Now, let’s take a moment to consider the bigger picture and see where this takes us. It’s exciting to think about the possibilities and the insights we can gain from examining these texts closely.
Scenario 2: Most Likely what Happened
Thomas must have been popular very early on for different writers to build on it.
Most probable Timeframe for the Creation of the Gospel of Thomas
There is a scholarly debate surrounding the dating of the Gospel of Thomas in relation to the other books of the New Testament. While it is unlikely that Thomas was written before the Gospel of Mark, it is more plausible that the author of Thomas drew upon multiple works by the second century. This can be inferred from the fact that many later writers allude to the New Testament books but do not mention Thomas, suggesting that the New Testament documents were written prior to the Gospel of Thomas.
Daniel B. Wallace, a prominent scholar, argues that the absence of any mention of Thomas by second-century authors would be highly unusual if this gospel had been in existence for fifty or sixty years before AD 100. This is especially noteworthy considering that Thomas was supposedly extensively used by several New Testament authors.
Additionally, evidence from the Gospel of Thomas itself supports the idea that the Gospels of Peter and Matthew had already been circulating for a significant period before Thomas was written. Thomas 13 (2) references these Gospels, indicating their preexistence.
In conclusion, the dating of the Gospel of Thomas in relation to the New Testament books remains a topic of scholarly discussion. However, considerations such as the lack of references to Thomas by later writers and the internal evidence within the Gospel itself suggest that the New Testament documents likely predate the Gospel of Thomas.
In which language was the Gospel of Thomas written?
The language in which the Gospel of Thomas was originally composed remains a subject of scholarly debate. While the complete script is written in Coptic, an ancient Egyptian language, this discovery is considered rare and significant. Without this finding, the full content of the Gospel of Thomas would remain unknown. Many scholars argue that the Gospel of Thomas was authored by Syrian Christians, who belonged to an early sect of Christianity. It is believed that the script eventually made its way to Egypt and was later translated into Coptic. Alternatively, some suggest that the Gospel of Thomas may have been initially written in Greek, as two fragments have been found in other locations. You may also be interested in my article: In which language is the New Testament written.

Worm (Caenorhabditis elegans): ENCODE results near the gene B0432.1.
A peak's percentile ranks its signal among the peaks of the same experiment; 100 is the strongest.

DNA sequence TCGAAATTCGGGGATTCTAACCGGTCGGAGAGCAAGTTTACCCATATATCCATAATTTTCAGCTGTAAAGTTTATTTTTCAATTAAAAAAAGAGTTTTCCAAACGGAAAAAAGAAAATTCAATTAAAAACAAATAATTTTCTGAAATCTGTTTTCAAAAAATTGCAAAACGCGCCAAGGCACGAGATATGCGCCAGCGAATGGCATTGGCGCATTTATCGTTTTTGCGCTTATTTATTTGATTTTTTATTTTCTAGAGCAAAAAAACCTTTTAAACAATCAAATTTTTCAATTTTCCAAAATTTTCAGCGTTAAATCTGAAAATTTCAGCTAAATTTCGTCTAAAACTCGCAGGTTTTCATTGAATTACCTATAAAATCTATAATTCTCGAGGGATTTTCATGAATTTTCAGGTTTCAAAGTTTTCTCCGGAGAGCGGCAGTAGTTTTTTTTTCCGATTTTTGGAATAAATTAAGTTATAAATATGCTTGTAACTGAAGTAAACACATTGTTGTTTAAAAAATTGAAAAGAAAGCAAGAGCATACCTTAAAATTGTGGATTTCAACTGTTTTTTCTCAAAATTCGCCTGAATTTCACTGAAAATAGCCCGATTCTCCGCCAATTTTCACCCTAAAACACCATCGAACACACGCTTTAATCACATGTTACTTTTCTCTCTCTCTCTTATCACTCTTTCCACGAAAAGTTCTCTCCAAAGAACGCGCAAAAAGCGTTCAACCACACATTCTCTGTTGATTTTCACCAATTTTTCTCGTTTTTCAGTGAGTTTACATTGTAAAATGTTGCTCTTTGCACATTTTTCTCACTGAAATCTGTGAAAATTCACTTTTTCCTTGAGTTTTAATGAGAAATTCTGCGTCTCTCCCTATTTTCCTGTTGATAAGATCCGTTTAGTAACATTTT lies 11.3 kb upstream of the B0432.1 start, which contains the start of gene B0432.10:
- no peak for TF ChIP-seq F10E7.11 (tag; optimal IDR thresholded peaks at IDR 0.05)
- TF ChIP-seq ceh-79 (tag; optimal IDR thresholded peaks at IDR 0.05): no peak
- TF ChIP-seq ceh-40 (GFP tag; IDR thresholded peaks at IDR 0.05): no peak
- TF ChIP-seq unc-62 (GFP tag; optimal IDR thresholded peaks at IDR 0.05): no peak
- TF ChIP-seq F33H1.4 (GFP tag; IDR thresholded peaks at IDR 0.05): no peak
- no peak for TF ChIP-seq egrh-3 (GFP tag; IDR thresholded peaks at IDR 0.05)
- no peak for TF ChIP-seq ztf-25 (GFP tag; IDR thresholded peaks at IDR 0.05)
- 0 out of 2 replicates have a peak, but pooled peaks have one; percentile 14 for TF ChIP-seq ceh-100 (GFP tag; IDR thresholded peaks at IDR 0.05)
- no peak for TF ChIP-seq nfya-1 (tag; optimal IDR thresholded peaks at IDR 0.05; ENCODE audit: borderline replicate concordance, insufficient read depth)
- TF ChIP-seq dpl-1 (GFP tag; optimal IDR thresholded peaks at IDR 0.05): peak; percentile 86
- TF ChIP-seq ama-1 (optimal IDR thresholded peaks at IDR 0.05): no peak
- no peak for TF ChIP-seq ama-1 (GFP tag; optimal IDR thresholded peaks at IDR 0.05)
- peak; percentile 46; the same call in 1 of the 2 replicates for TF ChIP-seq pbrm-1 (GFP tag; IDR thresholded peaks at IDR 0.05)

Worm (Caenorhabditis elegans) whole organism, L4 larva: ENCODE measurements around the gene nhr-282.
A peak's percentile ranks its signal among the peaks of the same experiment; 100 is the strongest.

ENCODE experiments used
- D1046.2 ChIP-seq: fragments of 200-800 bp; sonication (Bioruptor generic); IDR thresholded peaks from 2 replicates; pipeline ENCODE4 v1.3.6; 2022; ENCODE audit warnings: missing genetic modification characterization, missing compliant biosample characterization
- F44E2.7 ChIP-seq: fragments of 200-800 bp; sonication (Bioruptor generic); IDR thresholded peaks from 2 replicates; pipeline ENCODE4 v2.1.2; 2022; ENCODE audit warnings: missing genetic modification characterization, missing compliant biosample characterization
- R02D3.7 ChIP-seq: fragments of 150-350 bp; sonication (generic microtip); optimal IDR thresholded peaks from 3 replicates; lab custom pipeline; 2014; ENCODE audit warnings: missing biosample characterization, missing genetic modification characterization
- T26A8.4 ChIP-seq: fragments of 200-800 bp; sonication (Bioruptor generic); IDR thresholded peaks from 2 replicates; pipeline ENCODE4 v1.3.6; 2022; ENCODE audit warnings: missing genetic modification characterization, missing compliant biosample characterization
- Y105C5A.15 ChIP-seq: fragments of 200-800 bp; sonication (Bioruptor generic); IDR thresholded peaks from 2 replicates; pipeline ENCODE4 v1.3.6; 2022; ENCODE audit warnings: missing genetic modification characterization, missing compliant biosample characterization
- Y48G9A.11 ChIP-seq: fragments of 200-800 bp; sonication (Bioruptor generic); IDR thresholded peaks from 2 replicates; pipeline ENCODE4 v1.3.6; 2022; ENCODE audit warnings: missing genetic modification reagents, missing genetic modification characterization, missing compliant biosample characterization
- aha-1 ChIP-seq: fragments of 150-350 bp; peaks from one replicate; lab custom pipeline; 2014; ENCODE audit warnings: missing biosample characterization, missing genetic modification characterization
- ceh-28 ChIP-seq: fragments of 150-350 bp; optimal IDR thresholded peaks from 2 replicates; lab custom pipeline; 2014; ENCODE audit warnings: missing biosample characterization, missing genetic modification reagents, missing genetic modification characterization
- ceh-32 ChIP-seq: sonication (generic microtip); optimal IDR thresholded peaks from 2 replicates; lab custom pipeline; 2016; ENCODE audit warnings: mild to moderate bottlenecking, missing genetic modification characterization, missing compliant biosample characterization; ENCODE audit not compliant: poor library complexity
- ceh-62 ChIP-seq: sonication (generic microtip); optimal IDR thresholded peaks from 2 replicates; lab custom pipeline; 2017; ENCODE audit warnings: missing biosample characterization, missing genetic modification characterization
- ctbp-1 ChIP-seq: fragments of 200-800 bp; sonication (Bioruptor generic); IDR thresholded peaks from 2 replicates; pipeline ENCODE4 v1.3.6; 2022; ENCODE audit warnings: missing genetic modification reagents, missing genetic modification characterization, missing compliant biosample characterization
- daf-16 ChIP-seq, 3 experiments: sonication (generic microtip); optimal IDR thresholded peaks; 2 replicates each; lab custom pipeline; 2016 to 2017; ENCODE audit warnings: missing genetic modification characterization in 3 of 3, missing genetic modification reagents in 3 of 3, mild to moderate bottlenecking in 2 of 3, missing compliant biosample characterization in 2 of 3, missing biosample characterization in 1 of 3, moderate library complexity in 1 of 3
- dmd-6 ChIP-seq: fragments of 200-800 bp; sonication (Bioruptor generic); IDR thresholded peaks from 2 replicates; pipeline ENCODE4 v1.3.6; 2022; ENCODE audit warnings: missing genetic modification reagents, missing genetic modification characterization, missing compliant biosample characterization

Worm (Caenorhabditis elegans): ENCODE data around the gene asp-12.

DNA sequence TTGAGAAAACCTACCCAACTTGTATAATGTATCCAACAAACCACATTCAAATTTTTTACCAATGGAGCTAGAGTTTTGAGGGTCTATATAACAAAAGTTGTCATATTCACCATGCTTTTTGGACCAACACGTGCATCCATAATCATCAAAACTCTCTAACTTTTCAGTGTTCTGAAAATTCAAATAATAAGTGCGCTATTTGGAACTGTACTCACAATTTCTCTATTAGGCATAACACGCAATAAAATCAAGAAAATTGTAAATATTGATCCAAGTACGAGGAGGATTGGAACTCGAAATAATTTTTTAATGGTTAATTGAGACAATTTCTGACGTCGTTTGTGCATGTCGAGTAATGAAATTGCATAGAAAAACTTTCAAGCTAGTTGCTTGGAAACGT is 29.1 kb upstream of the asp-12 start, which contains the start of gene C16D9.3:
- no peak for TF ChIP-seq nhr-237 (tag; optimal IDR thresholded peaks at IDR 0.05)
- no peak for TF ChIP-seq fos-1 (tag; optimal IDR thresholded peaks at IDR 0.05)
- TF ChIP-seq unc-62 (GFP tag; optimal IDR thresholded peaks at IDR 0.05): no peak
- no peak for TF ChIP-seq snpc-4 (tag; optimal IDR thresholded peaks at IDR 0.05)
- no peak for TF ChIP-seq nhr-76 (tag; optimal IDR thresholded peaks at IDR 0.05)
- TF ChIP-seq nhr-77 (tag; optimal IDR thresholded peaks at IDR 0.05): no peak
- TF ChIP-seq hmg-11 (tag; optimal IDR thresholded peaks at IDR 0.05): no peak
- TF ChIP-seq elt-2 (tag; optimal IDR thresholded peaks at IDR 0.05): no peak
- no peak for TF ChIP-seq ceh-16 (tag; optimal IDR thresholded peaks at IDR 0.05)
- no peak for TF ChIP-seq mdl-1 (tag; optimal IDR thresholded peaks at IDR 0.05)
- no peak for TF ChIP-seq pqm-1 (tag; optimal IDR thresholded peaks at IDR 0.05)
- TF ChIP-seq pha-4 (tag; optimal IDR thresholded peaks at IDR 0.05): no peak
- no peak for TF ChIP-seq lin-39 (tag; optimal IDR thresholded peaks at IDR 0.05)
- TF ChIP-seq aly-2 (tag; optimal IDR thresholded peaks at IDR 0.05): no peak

The Secret Teaching of Thomas changed over time
The Gospel of Thomas has undergone significant changes over the course of history. Two Greek fragments of Thomas, dating back to 200 AD, contain approximately 20% of its content. These findings differ greatly from the complete Coptic version discovered in Egypt, with a time gap of 100-150 years between them.
The sayings of Thomas were likely part of a longer narrative, possibly a compilation of various stories that were pieced together over time. The available evidence suggests that the sayings of Thomas predate the two Greek manuscripts and the references made by external writers in their works. For instance, Clement of Alexandria, a writer from the second century AD, mentions a Gospel called the Saying(s) of Jesus or the sayings, which implies an earlier existence of Thomas. The first writer to mention Thomas specifically was Hippolytus of Rome (c. 170 – c. 235 AD), who criticised it harshly. He refers to a group called “the Naassene” and even quotes a line from Thomas. Later authors like Cyril of Jerusalem (c. 313-386 AD) also expressed strong disapproval of Thomas and emphasized the acceptance of only four Gospels by mainstream Christians of the time. These writings indicate that, by this point, the four Gospels included in the Bible were predominantly regarded as authoritative.
The Gospel of Thomas likely existed in various versions and underwent modifications throughout the centuries.John P. Meier
Eventually, as the doctrine of the Roman/Orthodox church solidified and became the official state religion under Emperor Constantine, a decision was made in the 16th century regarding which books would be included in the Bible to form the canon we have today. However, Thomas had already fallen out of favor with Christian communities long before this. The Gospel was lost and only rediscovered in the last century, although we were aware of its existence from other authors (as mentioned earlier) who criticized it harshly and labeled it as heresy.